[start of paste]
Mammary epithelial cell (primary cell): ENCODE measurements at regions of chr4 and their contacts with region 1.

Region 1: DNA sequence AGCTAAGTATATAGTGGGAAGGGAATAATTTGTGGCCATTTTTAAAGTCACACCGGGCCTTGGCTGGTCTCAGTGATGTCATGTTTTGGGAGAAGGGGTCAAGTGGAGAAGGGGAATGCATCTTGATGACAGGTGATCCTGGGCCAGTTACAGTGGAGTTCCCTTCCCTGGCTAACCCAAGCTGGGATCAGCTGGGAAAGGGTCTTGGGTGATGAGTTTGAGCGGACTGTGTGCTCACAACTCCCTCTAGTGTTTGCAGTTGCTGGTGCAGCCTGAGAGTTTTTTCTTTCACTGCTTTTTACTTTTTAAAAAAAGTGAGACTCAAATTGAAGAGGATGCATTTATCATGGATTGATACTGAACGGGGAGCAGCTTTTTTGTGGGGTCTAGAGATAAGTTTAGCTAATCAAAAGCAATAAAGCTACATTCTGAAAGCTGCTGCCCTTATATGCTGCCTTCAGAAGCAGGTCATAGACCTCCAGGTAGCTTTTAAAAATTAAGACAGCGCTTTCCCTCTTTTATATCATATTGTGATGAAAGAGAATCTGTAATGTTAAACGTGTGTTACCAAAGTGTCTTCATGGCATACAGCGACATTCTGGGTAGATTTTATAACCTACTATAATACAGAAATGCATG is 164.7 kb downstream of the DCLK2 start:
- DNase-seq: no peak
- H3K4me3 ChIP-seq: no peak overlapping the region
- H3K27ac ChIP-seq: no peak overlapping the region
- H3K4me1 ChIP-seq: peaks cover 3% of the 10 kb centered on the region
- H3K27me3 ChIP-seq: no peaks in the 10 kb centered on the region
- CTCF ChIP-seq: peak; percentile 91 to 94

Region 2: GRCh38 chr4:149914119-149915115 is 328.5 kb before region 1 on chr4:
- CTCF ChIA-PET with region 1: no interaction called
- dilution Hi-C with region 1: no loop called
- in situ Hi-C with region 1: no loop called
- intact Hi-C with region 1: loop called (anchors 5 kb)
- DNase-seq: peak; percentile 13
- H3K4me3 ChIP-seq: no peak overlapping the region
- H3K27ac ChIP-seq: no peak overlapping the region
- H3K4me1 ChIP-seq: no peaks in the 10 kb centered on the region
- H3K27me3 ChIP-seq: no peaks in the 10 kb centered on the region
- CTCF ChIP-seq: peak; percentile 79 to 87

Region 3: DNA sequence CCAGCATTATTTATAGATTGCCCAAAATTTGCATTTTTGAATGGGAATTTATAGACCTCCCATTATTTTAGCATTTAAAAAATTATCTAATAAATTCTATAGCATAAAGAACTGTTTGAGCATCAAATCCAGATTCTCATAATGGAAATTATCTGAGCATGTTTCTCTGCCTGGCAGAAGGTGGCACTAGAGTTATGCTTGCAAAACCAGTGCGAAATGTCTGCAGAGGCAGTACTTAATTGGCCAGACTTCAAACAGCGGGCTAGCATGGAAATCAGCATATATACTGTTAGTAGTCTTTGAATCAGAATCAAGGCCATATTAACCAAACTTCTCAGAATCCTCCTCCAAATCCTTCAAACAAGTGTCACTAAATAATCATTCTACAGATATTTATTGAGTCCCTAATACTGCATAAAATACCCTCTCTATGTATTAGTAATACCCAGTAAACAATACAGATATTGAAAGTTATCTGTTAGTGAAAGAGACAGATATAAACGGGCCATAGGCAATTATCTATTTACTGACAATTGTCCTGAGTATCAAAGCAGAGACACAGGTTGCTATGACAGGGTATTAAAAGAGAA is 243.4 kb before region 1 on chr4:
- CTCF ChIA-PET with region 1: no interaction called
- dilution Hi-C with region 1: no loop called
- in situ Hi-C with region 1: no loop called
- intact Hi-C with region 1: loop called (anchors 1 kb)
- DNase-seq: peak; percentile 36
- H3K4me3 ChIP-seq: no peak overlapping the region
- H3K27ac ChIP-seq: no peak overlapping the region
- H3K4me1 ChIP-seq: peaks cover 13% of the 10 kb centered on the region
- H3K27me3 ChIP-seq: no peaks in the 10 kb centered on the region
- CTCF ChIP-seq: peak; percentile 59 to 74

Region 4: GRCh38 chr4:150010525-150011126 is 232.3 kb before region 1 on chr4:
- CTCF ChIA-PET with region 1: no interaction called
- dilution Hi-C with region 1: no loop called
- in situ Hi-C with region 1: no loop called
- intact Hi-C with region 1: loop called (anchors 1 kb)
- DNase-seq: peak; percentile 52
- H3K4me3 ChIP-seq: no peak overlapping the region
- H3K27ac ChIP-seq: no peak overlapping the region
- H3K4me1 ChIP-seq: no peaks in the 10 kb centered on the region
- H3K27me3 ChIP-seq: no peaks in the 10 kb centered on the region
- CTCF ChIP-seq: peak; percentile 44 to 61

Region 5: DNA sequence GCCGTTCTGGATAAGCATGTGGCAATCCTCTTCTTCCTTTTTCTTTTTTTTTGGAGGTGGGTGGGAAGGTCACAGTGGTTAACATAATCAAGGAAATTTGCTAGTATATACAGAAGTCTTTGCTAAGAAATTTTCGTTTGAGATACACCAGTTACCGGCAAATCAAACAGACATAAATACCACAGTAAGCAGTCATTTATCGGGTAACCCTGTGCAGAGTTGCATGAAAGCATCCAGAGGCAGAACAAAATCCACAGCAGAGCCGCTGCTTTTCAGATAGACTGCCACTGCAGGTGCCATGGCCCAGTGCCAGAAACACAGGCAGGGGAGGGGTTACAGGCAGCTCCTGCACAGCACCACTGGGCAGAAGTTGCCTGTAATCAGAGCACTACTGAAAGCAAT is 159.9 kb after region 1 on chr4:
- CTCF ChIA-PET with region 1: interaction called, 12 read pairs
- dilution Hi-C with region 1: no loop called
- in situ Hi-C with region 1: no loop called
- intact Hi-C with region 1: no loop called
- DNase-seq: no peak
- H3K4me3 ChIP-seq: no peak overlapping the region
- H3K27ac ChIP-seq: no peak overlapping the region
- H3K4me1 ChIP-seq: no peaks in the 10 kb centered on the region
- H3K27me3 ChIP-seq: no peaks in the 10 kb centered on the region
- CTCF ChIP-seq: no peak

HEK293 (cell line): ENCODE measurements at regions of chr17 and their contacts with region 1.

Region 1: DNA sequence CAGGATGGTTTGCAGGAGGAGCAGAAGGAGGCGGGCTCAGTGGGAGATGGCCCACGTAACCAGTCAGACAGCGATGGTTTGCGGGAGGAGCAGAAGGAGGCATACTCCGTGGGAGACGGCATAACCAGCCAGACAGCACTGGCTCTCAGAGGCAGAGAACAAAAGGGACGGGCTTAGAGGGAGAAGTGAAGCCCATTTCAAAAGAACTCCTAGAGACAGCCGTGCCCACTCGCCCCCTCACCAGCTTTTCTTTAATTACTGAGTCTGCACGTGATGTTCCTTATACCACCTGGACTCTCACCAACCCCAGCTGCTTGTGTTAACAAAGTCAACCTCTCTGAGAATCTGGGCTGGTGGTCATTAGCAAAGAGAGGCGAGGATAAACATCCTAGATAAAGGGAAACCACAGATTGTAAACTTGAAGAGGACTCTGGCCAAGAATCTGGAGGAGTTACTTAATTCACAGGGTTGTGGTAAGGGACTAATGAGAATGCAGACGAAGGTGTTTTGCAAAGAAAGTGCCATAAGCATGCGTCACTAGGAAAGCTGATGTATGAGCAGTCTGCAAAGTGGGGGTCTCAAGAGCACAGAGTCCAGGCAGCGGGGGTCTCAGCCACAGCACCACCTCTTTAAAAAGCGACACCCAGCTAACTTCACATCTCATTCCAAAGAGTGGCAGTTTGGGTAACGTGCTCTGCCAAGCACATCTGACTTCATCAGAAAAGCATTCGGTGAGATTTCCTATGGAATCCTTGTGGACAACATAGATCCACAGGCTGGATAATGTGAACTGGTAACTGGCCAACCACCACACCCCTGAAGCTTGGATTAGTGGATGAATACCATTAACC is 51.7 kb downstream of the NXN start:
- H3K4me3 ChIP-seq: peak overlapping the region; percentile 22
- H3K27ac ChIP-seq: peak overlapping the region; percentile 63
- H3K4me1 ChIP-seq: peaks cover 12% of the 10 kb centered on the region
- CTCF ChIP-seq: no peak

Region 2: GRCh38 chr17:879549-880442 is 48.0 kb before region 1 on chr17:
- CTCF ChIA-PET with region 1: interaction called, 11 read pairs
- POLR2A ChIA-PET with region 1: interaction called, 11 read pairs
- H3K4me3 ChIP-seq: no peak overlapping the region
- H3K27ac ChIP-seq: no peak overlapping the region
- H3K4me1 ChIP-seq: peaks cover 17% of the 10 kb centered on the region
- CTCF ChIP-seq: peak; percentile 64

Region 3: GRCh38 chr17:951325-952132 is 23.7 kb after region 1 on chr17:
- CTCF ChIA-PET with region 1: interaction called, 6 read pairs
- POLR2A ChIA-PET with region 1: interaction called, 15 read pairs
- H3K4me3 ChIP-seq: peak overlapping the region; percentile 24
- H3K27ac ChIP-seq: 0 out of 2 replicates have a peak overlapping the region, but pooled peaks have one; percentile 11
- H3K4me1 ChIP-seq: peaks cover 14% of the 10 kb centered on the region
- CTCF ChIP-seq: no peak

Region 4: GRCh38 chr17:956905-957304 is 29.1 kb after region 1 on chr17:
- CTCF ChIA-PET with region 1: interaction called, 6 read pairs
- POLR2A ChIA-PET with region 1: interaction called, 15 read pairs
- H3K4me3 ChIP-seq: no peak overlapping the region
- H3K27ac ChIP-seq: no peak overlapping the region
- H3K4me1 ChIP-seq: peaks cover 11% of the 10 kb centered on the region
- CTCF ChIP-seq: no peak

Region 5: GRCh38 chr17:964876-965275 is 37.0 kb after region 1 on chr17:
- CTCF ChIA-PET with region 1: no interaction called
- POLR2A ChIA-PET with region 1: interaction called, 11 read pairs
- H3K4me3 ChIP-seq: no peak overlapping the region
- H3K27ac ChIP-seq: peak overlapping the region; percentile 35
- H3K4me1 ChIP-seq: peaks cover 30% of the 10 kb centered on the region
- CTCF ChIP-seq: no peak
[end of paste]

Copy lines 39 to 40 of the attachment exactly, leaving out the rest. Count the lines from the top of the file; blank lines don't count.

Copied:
- H3K4me1 ChIP-seq: no peaks in the 10 kb centered on the region
- H3K27me3 ChIP-seq: no peaks in the 10 kb centered on the region